There are fears that the sinister, sinuous descent of the Col de Sarenne on Thursdays 18th stage of the 100th Tour de France will prove a disastrous pick by race director Christian Prudhomme. The French official has made bolder and bolder choices with race routes since he took over from the more conservative Jean-Marie Leblanc in 2007; but his decision to include two ascents of LAlpe dHuezmade possible by looping over and down the Sarennes somewhat refurbished pavementcould come back to haunt him. Not because of its inherent dangers but because thunderstorms are forecast for Thursday afternoon with an 80-percent chance of rain and hail!
The Sarenne has been a neglected dirt road for most of its existence and was more likely to be used by marmots and mountain goats than motorists and cyclists. The rudimentary road remains bumpy despite the recent improvements, and many of its frequent curves are unprotected from vertiginous drop-offs. Its not the sort of road a rider wants to be racing down in dry weather, let alone torrential rain.
After the first long haul up the Alpes infamous 21 turns, the racers will leave the town of Alpe dHuez from below the later stage finish, with 50 kilometers left in the 172.5-kilometer stage. After a short climb past the Club Med, where many of the Tours 21 teams will be staying the night, the new route descends for three kilometers, then goes up another three, to reach the 1,999-meter (6,559-foot) Sarenne summit
From this remote alpine location, the survivors then face 16 kilometers of technical downhill racing, starting with the steepest, most dangerous part, which has several sharp hairpin turns and crazily erratic curves. The Sarenne descent made its race debut last month in the Critrium du Dauphin, but it came early in a stage, in dry weather, and was not raced flat outvery different from what we expect on Thursday afternoon.
Rain and limited visibility would at least double the risks of this nasty downhill and could completely alter the complexion of the race. Thats not something that would surprise Prudhomme, who once said about bike racing: Its a sport where anything can happen. The weather plays a significant part and the riders have to confront it. But not even Prudhomme would want riders to crash.
If the predicted thunderstorms do appear, veteran race followers will recall what happened to Luis Ocaa in 1971 when the Spanish rider was wearing the yellow jersey with a seven-minute lead over second-placed Eddy Merckx. On the first stage in the Pyrnes, on the descent of the Col de Ment, a blinding rainstorm suddenly hit the Tour. Merckx was taking every possible riskjust like Alberto Contador did (on dry roads) on Tuesday, and will likely do on Thursday. Ocaa tried to follow Merckx on a road awash with mud and gravel. Unable to control his bike at Merckxs speed, the race leader skidded on a left turn and ended up sitting on the gravel shoulder; and as he picked himself up he was hit by two other rider who couldnt control their bikes. Ocaas Tour ended right there.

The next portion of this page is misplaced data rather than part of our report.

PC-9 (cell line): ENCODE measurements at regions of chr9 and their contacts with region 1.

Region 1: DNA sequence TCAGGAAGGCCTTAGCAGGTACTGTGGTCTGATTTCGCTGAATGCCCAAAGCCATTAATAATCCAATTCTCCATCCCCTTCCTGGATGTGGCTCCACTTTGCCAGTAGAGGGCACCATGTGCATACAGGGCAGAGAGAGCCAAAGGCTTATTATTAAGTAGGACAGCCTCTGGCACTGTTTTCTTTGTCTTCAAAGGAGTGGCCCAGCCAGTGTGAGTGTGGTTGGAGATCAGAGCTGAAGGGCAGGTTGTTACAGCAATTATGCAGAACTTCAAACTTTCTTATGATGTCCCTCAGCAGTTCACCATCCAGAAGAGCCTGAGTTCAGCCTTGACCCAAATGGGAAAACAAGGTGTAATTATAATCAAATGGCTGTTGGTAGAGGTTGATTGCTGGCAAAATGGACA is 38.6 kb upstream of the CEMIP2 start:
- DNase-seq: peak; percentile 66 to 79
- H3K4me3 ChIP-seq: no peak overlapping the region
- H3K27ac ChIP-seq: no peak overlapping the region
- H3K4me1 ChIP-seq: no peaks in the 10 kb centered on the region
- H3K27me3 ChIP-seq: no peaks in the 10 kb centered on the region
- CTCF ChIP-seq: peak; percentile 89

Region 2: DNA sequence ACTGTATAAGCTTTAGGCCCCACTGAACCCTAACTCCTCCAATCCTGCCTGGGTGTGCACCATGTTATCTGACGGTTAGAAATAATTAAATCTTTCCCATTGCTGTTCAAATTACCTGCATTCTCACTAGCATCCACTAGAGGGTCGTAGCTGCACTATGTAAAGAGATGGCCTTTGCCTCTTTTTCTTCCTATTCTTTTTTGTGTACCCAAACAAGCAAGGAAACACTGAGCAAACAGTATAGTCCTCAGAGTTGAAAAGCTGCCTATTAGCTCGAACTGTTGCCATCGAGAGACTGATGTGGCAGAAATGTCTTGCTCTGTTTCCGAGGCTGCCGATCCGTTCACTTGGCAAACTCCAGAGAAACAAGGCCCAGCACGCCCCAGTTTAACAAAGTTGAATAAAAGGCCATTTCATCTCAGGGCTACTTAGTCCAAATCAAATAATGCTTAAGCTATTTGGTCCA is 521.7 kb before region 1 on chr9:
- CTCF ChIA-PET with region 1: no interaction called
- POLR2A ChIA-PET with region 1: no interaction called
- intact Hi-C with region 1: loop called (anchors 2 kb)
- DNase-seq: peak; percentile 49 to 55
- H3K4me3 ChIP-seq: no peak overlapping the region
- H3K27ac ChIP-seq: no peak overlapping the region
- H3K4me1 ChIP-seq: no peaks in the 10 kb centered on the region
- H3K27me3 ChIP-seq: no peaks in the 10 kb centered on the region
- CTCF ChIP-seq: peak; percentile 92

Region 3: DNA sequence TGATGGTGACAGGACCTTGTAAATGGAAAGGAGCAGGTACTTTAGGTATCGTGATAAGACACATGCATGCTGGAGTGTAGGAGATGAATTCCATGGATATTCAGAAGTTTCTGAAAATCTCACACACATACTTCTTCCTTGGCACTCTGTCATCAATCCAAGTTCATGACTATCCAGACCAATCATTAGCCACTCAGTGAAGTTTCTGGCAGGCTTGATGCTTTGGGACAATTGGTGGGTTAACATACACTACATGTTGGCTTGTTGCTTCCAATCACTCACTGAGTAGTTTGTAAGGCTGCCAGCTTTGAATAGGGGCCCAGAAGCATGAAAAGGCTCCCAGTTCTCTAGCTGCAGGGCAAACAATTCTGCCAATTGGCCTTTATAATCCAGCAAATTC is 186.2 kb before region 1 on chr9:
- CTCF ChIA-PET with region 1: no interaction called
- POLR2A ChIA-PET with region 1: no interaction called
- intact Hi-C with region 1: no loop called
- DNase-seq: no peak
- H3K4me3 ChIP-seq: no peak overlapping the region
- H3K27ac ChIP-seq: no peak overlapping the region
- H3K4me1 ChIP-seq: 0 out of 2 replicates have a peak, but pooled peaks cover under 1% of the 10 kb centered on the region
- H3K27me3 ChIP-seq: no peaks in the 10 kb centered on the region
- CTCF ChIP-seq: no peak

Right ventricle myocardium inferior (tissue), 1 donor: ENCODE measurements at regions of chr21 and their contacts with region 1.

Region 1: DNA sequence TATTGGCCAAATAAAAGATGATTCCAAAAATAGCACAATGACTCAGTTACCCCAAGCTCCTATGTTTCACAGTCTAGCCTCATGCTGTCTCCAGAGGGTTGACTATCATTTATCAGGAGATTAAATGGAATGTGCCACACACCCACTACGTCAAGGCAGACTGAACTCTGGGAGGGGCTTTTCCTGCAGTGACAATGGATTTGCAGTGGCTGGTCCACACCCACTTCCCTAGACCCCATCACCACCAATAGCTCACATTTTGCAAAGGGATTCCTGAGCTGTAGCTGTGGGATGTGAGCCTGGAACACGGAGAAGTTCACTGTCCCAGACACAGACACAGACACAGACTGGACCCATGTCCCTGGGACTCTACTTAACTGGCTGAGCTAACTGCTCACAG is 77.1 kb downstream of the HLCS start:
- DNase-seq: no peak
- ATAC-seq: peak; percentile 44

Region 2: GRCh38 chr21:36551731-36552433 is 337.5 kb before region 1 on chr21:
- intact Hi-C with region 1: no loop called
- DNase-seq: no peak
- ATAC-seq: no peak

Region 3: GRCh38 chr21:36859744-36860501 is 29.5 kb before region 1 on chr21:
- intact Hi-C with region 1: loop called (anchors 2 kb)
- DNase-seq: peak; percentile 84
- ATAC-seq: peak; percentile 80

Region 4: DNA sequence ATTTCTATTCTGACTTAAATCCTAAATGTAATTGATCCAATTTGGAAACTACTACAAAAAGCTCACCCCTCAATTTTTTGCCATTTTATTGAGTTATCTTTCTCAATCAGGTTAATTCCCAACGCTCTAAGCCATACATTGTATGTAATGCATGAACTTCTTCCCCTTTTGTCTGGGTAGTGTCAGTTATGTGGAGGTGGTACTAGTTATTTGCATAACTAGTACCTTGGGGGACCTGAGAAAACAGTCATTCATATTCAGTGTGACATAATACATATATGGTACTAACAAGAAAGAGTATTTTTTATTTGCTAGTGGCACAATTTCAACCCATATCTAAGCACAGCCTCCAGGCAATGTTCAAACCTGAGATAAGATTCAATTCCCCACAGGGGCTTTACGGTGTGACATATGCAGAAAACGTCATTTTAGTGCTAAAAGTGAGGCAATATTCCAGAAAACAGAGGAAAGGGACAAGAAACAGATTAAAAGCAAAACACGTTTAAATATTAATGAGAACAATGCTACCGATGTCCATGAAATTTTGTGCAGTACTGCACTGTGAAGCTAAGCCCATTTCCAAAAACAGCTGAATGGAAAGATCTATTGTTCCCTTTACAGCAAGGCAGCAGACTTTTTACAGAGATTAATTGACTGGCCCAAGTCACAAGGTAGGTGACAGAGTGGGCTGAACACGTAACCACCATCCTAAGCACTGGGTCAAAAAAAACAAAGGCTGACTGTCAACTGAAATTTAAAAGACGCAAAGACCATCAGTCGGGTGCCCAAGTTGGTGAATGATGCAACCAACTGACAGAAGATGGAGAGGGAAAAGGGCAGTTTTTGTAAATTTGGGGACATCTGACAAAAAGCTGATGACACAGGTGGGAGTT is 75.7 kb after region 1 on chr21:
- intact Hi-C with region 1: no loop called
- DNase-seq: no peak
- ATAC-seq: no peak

This years yellow jersey, Chris Froome, said several times Wednesday, after narrowly winning the mountainous Embrun-Chorges time trial over Contador, that if it rains Thursday he would favor the organizers removing the Sarenne descent and finishing the stage after the first climb up to LAlpe dHuez. Thats a view not shared by Contador or his Saxo-Tinkoff team boss Bjarne Riis, who said, This is bike racing, not a Sunday afternoon ride.
Rarely has it rained on LAlpe dHuez during the Tour, but the descent before it (down the Col dOrnon, which is on Thursdays course) saw torrential rain in the 1966 edition. It was a storm like the one that would put Ocaa out of the Tour five years later and saw five-time Tour champ Jacques Anquetil lose significant time to his greatest rival, Raymond Poulidor. The Sarenne descent is almost twice as long and potentially far more more treacherous than the Ornon.
In Wednesdays time trial, stage winner Froome was impressive on the two 6.5-kilometer climbsonly two seconds slower than Contador on the opening one, and (if his bike change is taken into account), he was level on time with Joaquim Rodriguez and Nairo Quintana on the second. But on the technical descent in between, just 7 kilometers long, Froome lost 18 seconds to Contador, and 30 seconds to Contadors teammate Roman Kreuzigerwho averaged a remarkable 61.3 kph on that snaking downhill!
A look at the new general classification shows Contador in second, 4:34 behind Froome, and Kreuziger third, only 17 seconds farther back. And in view of the Saxo teams vow to keep on attacking Froome, and with two cards still to play, it looks like some fascinating racing is coming on Thursday, whether it rains or not.
As these words are being written, a thunderstorm, with hail and heavy rain, has hit this alpine valley near Gap, where Thursdays stage begins. The Col de Sarenne is 1,100 meters (about 3,600 feet) higher, where such sudden storms are more likely to happen.
Prudhomme says that theres no possibility of the already notorious Col de Sarenne being eliminated. The road over it has been closed since July 12, and no vehicles will be allowed on it Thursday except the ones essential to the race (team cars and race officials). Also, like the rest of the course, road crews preceding the race will be making the road surface as clean as possible. Those precautions are as much as the Tour organization will do.
As Prudhomme said, This is a sport where anything can happen. So whatever youre doing on Thursday, make sure you first watch both climbs of the Alpeand that sinister descent in between.
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You can follow John on twitter.com @johnwilcockson. Look for more of his commentaries from the Tour in the days ahead.